Sample beam 46 is reflected from beamsplitter mirror 45 towards objective 40, which focuses sample beam 46 onto wafer 3, and the reflected sample beam 46 is focused by objective 40 onto the sample spectrometer pinhole (which extends through plate 54). The reflected sample beam 46 does not interact with beamsplitter mirror 45 on the reflected path, because sample beam 46 passed through the space behind beamsplitter mirror 45, through which reference beam 48 also passes. The radiation passing through the sample spectrometer pinhole and reflecting from fold mirror 68 is dispersed by diffraction grating 70. As with the reference beam, the resulting first order diffraction beam of the sample beam is collected by sample linear photodiode array 72, thereby measuring the sample spectrum.
The relative reflectance spectrum can be simply obtained by processing the outputs of arrays 72 and 74 in processor 100, by dividing the sample light intensity at each wavelength (the output of array 72) by the reference intensity at each wavelength (the output of array 74). Typically, this involves 512 division computations, in cases in which each of arrays 72 and 74 is a 512-diode linear photodiode array. A typical relative reflectance spectrum will include components ranging from 220 nm to 830 nm.
In some embodiments, diffraction grating 70 is a concave holographic grating and the spectrometer pinholes (through plates 52 and 54) are 15 mm apart. This embodiment of diffraction grating 70 is holographically corrected to image multiple spectra, since the 15 mm spacing does not allow for both beams to be centered on the grating. One such grating is a multiple spectra imaging grating supplied by Instruments S.A. It is also desirable that grating 70 be designed so that the angle of detectors 72 and 74 causes reflections from the detectors to propagate away from the grating.
Detector 98 has a position output, which is dependent on the position of the centroid of the radiation falling on detector 98, and an intensity output, which is dependent on the incident intensity at detector 98. Detector 98 is positioned to avoid dark regions of the out-of-focus image. In the coarse-focus mode, the centroid of the image falling on detector 98 indicates not only the direction in which focus lies, but also how far out of focus wafer 3 is. The Z position of wafer 3 (the separation between wafer 3 and objective 40) is then adjusted until the centroid of the light falling on detector 98 is centered near the center of detector 98. With the appropriate positioning and feedback mechanism, wafer 3 can be kept in coarse focus while the wafer is being moved in the X and Y directions.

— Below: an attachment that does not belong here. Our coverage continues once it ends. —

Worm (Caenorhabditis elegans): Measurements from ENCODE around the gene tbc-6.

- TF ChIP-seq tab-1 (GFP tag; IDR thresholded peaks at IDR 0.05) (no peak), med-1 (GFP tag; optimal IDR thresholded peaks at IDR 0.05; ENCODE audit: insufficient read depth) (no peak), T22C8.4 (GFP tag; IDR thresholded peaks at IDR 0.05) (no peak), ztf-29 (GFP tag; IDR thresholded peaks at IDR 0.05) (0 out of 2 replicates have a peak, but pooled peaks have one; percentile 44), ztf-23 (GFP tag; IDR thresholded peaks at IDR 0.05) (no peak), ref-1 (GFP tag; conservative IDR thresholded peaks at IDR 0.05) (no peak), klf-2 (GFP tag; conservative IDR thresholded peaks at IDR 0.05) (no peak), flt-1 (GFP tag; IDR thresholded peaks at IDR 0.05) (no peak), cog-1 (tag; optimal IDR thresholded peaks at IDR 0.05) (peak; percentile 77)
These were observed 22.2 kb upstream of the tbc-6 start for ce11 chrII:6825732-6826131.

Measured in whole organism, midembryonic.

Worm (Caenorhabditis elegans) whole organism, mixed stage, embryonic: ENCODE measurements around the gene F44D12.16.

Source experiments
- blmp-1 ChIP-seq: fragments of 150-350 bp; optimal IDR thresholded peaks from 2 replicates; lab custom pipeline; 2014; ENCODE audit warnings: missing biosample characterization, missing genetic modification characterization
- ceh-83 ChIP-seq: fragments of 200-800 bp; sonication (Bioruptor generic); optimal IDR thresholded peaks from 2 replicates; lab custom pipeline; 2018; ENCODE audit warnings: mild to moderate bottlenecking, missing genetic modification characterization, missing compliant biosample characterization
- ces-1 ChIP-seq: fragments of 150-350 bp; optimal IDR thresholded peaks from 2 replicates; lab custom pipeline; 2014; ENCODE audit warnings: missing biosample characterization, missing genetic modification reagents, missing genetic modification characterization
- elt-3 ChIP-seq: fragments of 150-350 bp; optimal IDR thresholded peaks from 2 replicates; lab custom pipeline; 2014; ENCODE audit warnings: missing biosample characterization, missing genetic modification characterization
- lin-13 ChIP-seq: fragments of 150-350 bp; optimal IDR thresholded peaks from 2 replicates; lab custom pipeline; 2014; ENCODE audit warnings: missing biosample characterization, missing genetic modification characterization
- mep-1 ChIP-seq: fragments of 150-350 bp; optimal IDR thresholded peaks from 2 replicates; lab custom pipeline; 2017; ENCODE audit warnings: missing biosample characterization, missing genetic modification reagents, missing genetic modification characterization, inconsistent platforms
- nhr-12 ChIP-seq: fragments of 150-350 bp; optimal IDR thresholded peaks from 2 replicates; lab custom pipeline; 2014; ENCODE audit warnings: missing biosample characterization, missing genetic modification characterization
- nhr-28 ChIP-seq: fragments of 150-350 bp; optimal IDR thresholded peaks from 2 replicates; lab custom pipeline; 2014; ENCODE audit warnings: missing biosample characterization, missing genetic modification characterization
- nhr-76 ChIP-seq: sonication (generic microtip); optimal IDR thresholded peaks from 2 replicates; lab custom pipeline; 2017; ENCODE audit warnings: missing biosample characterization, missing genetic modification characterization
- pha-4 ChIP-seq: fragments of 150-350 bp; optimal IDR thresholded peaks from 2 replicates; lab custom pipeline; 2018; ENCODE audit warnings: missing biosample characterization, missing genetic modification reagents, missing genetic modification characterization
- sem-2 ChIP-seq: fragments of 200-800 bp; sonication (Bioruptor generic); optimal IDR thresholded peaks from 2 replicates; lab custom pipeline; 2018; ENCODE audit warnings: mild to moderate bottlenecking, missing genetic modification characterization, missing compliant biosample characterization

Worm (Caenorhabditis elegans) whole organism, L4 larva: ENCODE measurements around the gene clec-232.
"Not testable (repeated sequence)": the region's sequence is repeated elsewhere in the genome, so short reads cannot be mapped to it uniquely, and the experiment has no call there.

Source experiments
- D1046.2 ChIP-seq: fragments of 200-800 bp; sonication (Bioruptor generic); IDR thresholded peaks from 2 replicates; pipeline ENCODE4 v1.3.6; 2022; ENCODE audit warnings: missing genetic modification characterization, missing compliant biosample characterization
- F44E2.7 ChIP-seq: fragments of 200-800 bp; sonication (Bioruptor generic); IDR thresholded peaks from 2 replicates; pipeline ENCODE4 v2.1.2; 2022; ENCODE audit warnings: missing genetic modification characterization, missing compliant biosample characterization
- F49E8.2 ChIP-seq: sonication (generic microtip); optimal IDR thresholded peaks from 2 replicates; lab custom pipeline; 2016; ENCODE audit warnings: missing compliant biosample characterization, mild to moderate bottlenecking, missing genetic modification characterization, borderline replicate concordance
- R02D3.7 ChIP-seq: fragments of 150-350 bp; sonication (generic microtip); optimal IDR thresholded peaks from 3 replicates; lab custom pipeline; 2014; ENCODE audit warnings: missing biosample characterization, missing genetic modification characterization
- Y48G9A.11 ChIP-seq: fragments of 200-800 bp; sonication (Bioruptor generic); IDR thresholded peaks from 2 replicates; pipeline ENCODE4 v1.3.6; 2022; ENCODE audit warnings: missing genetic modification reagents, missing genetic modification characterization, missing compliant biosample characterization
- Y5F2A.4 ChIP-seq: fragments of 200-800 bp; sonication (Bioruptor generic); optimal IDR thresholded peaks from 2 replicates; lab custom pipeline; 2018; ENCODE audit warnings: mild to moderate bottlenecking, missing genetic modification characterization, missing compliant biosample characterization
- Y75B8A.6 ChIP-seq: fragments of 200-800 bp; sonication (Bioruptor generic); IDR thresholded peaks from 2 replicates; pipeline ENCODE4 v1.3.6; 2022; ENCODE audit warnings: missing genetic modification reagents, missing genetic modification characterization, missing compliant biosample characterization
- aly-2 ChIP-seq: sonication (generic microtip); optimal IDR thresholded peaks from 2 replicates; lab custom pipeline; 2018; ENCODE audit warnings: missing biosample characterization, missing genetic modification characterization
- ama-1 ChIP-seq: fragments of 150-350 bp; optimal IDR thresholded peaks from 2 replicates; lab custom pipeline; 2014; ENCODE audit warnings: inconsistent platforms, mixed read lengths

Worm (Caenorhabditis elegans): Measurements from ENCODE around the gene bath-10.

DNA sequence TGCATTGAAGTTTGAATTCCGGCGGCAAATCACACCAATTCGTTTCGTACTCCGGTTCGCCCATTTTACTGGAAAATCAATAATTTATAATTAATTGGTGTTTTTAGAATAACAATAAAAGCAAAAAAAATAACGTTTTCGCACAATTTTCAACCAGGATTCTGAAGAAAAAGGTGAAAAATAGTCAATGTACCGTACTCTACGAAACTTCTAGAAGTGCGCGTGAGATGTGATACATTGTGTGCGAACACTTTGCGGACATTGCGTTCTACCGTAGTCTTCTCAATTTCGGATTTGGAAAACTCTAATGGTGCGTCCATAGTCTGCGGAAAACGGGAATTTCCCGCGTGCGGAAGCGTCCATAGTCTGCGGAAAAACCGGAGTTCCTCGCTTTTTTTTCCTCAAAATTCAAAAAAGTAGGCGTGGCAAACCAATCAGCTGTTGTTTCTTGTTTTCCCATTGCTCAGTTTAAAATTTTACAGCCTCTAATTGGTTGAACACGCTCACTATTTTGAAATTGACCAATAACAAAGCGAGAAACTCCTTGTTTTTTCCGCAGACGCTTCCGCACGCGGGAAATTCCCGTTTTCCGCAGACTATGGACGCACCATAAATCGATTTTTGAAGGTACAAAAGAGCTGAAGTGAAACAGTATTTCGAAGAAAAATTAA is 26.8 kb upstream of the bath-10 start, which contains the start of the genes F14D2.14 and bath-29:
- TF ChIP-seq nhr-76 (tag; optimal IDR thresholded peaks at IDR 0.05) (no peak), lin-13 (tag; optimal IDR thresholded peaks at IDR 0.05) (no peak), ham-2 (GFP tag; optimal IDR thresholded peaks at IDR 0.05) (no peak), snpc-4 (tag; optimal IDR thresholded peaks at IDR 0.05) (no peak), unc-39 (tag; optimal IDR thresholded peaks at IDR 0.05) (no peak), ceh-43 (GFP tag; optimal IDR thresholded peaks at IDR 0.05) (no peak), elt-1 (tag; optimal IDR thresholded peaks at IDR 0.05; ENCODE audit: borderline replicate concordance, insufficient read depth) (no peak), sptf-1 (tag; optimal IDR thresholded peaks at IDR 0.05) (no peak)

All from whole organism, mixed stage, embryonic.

For fine focus, flip-in aperture member 30 is flipped into the optical path of measurement beam 25, resulting in a smaller square image reaching detector 98. The smaller square image has a size of about 40 microns with an 1× objective. Since aperture member 30 has an aperture the same size as the aperture through plate 54, and since the two apertures are at conjugates of objective 40, when wafer 3 is in focus, very little radiation strikes plate 54 (away from the aperture through plate 54) to be reflected onto detector 98. Thus in the fine-focus mode, the intensity output of detector 98 is used to bring wafer 3 into focus, with the Z position of wafer 3 being adjusted until the intensity output of detector 98 is minimized.
There are several other hardware features important to a preferred implementation of the
Another feature is that lamp housing window 14 should be very thin to reduce chromatic aberration in the measurement illumination path. This chromatic aberration causes the UV and visible images of the arc of lamp 10 projected onto aperture mirror 28 to separate, creating problems with the 15× focus curve.
Another feature is that means for adjusting the lamp housing's position along the z-axis shown in
The autofocus subsystem of
The image reflected from sample plate 54 is also used for viewing wafer 3. As shown in
As shown in
Beamsplitter cube 84 is positioned slightly off-axis so that unwanted reflections from the faces of beamsplitter cube 84 are skewed out of the optical path of the entering beam. This is accomplished by rotating the beamsplitter cube 1° to 10°, preferably 3° to 5°, about an axis normal to the reflection surface within the cube. Similarly, penta prism 86 is rotated in the plane of reflection to remove unwanted reflections from the field of view. Additionally, to capture stray radiation from unwanted internal reflections within beamsplitter cube 84, black glass is glued to the unused surfaces of beamsplitter cube 84. In this way, only the desired internal reflection of beam 65 and beam 63′ exit beamsplitter cube 84.
Several embodiments of optical systems according to the present invention have been described. The description is illustrative and not restrictive. Many other variations on the invention will become apparent to those of skill in the art upon review of this disclosure. Merely by way of example, the sample measured by the invention need not be a wafer, but can be any other reflective object; and fold mirrors can be removed where space allows, and additional fold mirrors can be provided where space is limited. The scope of the invention should be determined not merely with reference to the above description, but should be determined with reference to the appended claims along with their full scope of equivalents.